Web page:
A few days after slaking the lime was stirred up with extra water to suspend the fine lime particles in a thin liquid for straining through a screen.

The lime was poured through a screen or two to strain out un-slaked particles which consist in this case wholly of under-burned shells.  The remaining milk of lime was stirred again in the barrel with a quantity of water to allow remaining particles to settle to the bottom as the stirring subsided. If any under-burned particles remain, they will make good aggregate for plaster or mortar, but for the finest finish plasters or lime washes (lime paint) these particles would be undesirable.

From here the lime sits under its blanket of water.  In time it will settle and congeal into a firm putty.  Hopefully the barrel will facilitate this process as the porous wood draws away water from the putty allowing it to evaporate out the sides of the barrel.

So far so good.  The seemingly small amount of shells expanded into a significant amount of lime putty... maybe 12 to 15 gallons?... and with the addition of at least two parts aggregate for almost any use, there is enough to do a significant level of experimentation in using it.  It the meantime it ages away improving with time in its wine barrel vintage 2011.


 "I have feelings for this flower that some people might consider inappropriate."

Sometimes people don't act their assumed social identity, age, class, sex, race, religion etc... While there obviously is a correlation between genetics and behavioral predisposition, especially by sex, such expectations are largely social constructs. My partner's and my roles are often somewhat reversed. She brings in the money, does the taxes and is more likely to be seen changing the oil in the car. Some of this is I think due to her generation of women often valuing taking control of their own lives, which I generally see as a valuable trend and have often encouraged in my female friends (of which I tend to have quite a few). Its like, they want to have jobs and be valued for skills and compete in that way socially. I think thats awesome. Back on track though, she is also less likely to have aesthetic fixations and relevant to this train of thought to bring in cut flowers unless there is some very especial reason and it is in the service of others, as in cutting them for someone's birthday for instance. I plant a few flowers every year, but there are plenty that reseed themselves in the garden, so there are often flowers to cut. I on the other hand will not infrequently bring in cut flowers... and throw them out later when (and occasionally before) they start rotting all over the table. Over the years I've gradually added to the quantity and species of flowers that grow in my gardens. I tended at first to shun them in favor of growing yet more food, but I've gradually learned to make room for them and appreciate their aesthetic qualities as well as the fact that they can attract beneficial insects and the pleasure that they bring to visitors. Now I'll plant a few on purpose each year, while the orange cosmos, hollyhocks, poppies, calendula, flowering tobacco, pansies and sunflowers reseed themselves to the point of being weedy... if still welcome. Then there are daffodils.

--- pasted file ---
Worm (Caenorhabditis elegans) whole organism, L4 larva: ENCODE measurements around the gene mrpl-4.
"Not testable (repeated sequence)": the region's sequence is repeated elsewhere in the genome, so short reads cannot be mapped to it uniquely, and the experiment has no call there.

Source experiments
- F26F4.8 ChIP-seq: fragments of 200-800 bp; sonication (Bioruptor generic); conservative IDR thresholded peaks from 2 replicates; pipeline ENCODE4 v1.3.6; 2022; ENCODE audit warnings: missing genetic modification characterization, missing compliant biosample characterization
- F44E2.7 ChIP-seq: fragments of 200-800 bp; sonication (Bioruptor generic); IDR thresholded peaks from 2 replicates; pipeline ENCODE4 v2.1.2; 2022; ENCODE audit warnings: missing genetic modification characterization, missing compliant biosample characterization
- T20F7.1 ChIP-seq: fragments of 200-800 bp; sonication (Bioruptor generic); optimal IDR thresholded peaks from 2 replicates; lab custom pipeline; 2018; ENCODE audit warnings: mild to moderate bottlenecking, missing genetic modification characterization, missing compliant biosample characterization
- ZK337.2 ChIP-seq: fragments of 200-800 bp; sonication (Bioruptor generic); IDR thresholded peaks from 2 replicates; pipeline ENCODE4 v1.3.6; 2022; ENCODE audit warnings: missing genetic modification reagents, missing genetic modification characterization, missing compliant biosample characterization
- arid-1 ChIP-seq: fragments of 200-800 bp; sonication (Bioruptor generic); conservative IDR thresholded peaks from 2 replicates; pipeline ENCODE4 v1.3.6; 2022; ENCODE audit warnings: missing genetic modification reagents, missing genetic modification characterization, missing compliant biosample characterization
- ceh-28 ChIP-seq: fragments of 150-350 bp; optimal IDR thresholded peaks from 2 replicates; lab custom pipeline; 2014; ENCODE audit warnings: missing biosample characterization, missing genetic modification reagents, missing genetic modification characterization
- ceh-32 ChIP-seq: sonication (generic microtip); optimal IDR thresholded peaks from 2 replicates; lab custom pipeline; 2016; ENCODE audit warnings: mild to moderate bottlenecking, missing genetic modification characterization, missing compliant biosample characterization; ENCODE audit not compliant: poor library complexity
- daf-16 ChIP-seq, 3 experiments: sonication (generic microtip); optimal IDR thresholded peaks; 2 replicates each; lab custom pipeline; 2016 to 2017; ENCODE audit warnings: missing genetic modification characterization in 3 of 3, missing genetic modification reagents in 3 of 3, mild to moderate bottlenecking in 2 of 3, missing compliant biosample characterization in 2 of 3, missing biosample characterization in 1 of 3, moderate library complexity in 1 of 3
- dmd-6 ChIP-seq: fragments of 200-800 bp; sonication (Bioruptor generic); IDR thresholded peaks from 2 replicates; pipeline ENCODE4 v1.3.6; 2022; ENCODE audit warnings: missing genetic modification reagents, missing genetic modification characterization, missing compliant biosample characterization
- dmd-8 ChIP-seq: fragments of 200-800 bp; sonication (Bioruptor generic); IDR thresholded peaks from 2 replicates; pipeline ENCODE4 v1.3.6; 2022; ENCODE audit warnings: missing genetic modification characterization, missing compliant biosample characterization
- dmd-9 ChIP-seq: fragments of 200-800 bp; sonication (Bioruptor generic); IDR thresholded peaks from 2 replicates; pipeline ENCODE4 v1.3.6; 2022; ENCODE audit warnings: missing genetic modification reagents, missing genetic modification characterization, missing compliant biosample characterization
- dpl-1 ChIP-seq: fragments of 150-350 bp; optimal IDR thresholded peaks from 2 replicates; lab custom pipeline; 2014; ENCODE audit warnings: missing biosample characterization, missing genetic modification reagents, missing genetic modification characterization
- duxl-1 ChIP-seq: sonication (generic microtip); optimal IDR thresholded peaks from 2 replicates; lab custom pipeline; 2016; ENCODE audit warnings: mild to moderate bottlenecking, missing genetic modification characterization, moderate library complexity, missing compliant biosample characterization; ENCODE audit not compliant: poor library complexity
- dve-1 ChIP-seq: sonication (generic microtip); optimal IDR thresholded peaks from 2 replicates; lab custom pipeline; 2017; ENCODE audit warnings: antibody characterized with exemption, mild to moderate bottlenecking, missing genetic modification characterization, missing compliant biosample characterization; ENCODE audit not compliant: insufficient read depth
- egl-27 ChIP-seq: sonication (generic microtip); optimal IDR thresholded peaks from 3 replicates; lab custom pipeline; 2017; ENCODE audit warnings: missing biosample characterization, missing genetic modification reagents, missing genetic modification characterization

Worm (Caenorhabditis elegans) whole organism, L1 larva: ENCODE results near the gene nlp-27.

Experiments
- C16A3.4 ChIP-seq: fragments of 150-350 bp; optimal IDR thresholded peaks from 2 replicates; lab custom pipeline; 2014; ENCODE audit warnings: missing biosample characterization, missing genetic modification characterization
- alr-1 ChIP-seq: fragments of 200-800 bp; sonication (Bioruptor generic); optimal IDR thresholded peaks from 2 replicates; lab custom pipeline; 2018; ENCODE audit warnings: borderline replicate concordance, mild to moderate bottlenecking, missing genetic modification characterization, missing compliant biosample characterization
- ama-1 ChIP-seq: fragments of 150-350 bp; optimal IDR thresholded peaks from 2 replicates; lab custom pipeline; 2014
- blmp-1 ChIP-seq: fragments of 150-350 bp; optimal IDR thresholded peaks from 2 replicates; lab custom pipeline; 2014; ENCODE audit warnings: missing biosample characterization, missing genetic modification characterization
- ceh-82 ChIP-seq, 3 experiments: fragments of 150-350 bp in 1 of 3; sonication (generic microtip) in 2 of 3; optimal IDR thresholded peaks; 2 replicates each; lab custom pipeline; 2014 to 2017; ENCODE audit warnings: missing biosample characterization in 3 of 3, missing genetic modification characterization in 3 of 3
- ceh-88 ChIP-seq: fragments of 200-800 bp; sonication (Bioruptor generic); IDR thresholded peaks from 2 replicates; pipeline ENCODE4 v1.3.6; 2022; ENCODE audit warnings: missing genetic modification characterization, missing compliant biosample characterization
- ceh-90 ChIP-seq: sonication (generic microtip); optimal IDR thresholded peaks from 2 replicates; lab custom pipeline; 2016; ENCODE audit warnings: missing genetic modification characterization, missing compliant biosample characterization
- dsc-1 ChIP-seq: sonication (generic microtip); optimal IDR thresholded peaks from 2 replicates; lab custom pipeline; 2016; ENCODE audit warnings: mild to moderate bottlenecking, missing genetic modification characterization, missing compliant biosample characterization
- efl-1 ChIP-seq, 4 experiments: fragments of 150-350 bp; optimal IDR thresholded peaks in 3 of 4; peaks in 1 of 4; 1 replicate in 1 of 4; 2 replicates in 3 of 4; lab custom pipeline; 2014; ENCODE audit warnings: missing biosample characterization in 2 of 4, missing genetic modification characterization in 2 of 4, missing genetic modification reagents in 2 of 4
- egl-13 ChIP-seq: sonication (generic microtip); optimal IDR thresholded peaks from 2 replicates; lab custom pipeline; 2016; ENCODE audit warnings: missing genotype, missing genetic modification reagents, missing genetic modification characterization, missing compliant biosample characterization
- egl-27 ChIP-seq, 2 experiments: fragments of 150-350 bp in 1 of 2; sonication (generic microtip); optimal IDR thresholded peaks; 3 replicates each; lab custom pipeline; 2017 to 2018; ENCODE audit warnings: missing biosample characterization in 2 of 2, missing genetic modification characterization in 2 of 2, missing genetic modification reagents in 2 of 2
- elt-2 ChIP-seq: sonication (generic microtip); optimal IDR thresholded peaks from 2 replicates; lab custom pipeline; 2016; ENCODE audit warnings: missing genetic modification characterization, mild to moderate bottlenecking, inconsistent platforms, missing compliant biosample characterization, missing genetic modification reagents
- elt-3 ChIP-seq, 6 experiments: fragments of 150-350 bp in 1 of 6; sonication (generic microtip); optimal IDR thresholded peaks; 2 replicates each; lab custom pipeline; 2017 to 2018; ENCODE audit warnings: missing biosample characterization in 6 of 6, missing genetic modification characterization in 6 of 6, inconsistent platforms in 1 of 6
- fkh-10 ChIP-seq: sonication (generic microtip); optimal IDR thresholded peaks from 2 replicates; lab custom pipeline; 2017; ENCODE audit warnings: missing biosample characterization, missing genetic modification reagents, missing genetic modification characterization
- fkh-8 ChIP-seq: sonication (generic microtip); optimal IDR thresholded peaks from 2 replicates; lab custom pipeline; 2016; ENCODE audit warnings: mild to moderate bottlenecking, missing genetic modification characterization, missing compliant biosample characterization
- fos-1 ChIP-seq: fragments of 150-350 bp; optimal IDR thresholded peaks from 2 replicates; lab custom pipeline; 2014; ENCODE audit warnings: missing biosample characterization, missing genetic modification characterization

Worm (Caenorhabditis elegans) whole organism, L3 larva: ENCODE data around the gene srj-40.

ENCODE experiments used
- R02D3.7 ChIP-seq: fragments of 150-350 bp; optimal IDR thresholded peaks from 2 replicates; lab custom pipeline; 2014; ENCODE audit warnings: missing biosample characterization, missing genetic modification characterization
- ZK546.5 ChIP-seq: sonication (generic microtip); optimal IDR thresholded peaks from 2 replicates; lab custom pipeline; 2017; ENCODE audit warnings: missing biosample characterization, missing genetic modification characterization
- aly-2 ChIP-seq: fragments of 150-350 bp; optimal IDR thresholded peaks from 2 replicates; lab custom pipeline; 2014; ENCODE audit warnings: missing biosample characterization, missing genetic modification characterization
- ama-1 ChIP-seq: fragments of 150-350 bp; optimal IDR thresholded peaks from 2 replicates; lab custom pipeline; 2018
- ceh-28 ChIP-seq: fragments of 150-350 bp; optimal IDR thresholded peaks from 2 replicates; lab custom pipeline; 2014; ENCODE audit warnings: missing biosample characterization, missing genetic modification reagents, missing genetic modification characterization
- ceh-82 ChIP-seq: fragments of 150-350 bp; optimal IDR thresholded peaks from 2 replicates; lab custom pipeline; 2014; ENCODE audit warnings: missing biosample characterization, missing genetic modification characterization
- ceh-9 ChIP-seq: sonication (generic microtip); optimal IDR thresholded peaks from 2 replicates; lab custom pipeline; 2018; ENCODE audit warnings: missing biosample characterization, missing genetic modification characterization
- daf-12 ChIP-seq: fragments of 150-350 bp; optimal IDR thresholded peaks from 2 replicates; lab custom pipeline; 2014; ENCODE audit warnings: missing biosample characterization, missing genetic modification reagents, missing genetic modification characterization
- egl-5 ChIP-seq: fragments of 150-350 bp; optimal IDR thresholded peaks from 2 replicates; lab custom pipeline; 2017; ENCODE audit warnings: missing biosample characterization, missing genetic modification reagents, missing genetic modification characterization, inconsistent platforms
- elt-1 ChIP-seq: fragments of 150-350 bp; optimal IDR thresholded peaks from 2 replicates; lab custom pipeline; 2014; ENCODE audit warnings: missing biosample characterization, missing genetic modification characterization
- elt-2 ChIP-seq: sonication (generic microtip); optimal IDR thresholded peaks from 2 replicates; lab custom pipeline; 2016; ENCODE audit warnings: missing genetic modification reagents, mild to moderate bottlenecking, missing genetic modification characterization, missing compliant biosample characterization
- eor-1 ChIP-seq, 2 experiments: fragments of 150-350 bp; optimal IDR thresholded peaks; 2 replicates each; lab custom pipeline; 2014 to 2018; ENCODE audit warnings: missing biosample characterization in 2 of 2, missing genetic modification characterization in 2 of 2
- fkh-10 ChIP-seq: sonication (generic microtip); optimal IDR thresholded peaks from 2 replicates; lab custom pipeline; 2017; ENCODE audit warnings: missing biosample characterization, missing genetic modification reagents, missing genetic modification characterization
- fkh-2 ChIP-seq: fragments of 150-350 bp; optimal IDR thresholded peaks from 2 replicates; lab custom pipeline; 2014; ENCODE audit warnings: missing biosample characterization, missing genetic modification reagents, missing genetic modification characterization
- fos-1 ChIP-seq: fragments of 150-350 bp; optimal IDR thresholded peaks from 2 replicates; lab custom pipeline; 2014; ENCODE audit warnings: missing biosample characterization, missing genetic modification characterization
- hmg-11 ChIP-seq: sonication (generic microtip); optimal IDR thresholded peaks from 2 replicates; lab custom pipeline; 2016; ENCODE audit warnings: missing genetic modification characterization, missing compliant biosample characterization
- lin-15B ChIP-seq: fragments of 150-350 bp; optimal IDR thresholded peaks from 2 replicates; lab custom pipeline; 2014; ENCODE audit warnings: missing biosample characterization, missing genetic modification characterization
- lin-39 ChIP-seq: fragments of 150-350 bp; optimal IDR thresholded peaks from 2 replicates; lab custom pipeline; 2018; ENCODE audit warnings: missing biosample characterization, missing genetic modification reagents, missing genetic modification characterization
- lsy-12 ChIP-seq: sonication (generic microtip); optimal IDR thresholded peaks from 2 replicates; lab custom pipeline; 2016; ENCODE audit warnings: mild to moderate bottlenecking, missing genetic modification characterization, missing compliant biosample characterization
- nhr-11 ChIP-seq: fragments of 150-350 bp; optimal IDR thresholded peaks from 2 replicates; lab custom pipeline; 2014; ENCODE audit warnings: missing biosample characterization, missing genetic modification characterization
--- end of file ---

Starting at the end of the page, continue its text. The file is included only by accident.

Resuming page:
I've always been fond of the small flowering narcissus, of what is known as the Tazetta category. The Tazettas are the smallest class of daffodils, many derived from species native to mediterranean climates. They tend to be strongly scented with many small flowers to each stem. These are the varieties that I'm mostly seeking for my bulb under-stories for trees experiment. When in 6th grade I moved to a Western Oregon property with old fruit trees and overgrown gardens which were home to large yellow daffodils. Even as far back as then I was never fond of the large yellow daffodils standing tall and oversized and... um... very yellow... on the end of single tall stems. I think that somehow the fact that they had been manipulated into this very obviously unnatural form offended my sensibilities somehow. (although, judging by their ubiquitousness, that form is popular with others.)


Since moving here to Turkeysong, I've collected as many daffodils of any sort as I have been able to get my hands on for aesthetic purposes and for my tree under-story experiments. Some of them were moved from the last place I lived. Others have been acquired by begging a few bulbs off of friends. In the winter and spring I travel with small digging implements in case I see some growing in an abandoned lot or ditch somewhere. The clumps are invariably overcrowded. Unless I think I'm going to get busted by some irate human, I'll try to take a moment to plant a few bulbs to start new clumps. Over the last few years, I've become more interested in daffodils and the many forms besides BIG and YELLOW, which due to their prevalence I also have some of and maybe don't mind as much anymore... I said maybe.